Today, many of the films where we see a heroine brave a war, it is either in some fantasy or action film: a fictional world. They generally go in somehow already possessing some combative skills. Here, we have an everyday women thrusting herself into the middle of an actual war from our history, with no fighting skills whatsoever. Anyone can relate to that fear and determination she feels and to see her succeed is not cinema cop-out, but creates an image of hope that is good to be reminded of every once in a while.
Anne’s Importance In Our Modern-Day World
As Anne made her way through the years, she comes to realize that the most important things in life aren’t the fantastical lives of the characters she reads about in books. It is the people in her real life that make her own life so fulfilling.
People watch Anne’s life and say: “I want that.” Who doesn’t tear up when Matthew, after a rather difficult time in the store, buys Anne the ridiculous dress with very large puffed sleeves she had been dreaming of? Or when Anne runs into Marilla’s arms after returning from being away in Halifax teaching? Who doesn’t want a bosom friend like Diana or a partner in life like Gilbert Blythe? The story created characters meaningful not only to Anne, but to so many viewers who consider them the epitome of unity and home.
This story is really about the appreciation of human connection— something that is arguably lacking in today’s society, but something we still all yearn for. It’s hopeful and inspirational and, in times like these when things feel a bit hopeless, this story will touch new audiences and inspire them that connecting with people, that kindness, can go a long way in this world. That to be different can be just the thing we need to bind us all, just as Anne bound her new family, friends, and town. Society today can feel like we’re going back in time, like we don’t want people to be different. That different is bad. Well Anne Shirley is the perfect symbol to contradict this idea.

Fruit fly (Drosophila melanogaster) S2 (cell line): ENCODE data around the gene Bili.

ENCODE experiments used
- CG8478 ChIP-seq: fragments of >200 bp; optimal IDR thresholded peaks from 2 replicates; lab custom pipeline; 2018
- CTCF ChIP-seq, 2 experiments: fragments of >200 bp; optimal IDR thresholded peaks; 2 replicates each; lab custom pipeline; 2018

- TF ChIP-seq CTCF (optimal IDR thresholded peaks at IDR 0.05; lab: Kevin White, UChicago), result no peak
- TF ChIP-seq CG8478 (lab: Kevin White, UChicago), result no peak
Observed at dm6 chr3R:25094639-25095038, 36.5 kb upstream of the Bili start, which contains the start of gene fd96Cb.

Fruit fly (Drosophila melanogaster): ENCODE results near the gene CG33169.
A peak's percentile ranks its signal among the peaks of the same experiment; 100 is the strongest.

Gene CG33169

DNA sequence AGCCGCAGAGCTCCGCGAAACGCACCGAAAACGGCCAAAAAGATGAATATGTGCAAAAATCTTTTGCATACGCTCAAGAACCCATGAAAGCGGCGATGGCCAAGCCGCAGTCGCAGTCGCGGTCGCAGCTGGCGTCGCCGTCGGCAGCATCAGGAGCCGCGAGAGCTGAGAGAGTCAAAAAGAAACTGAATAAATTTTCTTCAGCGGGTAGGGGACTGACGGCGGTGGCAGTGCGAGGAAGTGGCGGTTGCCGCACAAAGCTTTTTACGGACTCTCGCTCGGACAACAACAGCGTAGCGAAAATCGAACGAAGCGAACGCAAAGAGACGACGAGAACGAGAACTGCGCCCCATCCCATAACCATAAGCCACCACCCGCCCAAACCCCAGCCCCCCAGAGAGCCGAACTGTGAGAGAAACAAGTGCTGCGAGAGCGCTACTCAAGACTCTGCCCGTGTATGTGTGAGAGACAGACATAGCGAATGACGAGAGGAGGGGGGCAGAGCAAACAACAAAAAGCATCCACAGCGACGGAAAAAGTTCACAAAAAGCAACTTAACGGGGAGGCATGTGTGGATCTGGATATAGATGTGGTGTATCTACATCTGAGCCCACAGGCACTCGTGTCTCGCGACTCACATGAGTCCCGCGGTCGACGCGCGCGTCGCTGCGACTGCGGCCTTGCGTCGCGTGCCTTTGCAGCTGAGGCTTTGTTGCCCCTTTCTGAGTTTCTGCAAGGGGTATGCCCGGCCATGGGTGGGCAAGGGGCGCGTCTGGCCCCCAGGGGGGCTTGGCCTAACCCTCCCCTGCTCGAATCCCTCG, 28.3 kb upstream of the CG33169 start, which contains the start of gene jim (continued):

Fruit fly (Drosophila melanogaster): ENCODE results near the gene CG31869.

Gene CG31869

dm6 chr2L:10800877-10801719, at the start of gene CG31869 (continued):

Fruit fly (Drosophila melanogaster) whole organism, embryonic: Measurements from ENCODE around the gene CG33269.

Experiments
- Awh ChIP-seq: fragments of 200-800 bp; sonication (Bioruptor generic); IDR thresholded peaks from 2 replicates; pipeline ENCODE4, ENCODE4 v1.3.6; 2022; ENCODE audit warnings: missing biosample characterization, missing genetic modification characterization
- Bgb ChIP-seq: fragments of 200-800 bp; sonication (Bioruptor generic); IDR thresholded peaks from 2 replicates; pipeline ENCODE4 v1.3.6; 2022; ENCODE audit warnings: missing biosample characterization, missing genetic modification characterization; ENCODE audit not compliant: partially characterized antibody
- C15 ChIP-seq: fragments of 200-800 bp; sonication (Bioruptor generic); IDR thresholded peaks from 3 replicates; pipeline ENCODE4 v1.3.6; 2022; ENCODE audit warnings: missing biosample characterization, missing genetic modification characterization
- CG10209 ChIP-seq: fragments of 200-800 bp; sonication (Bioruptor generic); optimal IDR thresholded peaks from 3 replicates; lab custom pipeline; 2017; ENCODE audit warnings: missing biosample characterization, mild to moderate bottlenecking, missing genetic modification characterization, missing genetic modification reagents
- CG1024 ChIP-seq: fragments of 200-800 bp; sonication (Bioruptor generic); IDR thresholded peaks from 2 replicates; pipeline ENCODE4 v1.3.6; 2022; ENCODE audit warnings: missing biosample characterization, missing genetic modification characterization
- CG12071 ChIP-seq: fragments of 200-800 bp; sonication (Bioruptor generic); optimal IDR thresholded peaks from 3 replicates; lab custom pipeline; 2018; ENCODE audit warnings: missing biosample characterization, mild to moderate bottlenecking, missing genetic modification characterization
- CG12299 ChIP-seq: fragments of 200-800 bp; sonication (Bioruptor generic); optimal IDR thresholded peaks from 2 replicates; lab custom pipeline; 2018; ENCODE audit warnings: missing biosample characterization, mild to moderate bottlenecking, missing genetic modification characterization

At the end of the Anne of Avonlea, Anne tells Gilbert: “It’s not what the world holds for you, but what you bring to it.” That line always strikes a cord with me. Why keep things as is when they could be better? Anne doesn’t want to do what is expected, she wants to to do the unexpected. She wants to do something different.
I am so happy that Anne is coming back so we can all be reminded that differences are vital. That we all have the capability to change and that change can indeed be for the better. Anne has always inspired me that the impossible is possible if you are willing to give something a shot. In a downhearted time in the world right now, we need that bit of light as she was that bit of light in the Cuthbert’s lives.
With what seems like a crew of females creating the new Netflix series, Anne will definitely translate well with new audiences and even help it to transcend into something new. Having it on Netflix already gives it a step up by giving the new series a modern viewing platform. Perhaps some people will see Anne as too hopeful or too joyous for our times. But, who cares? We need that right now.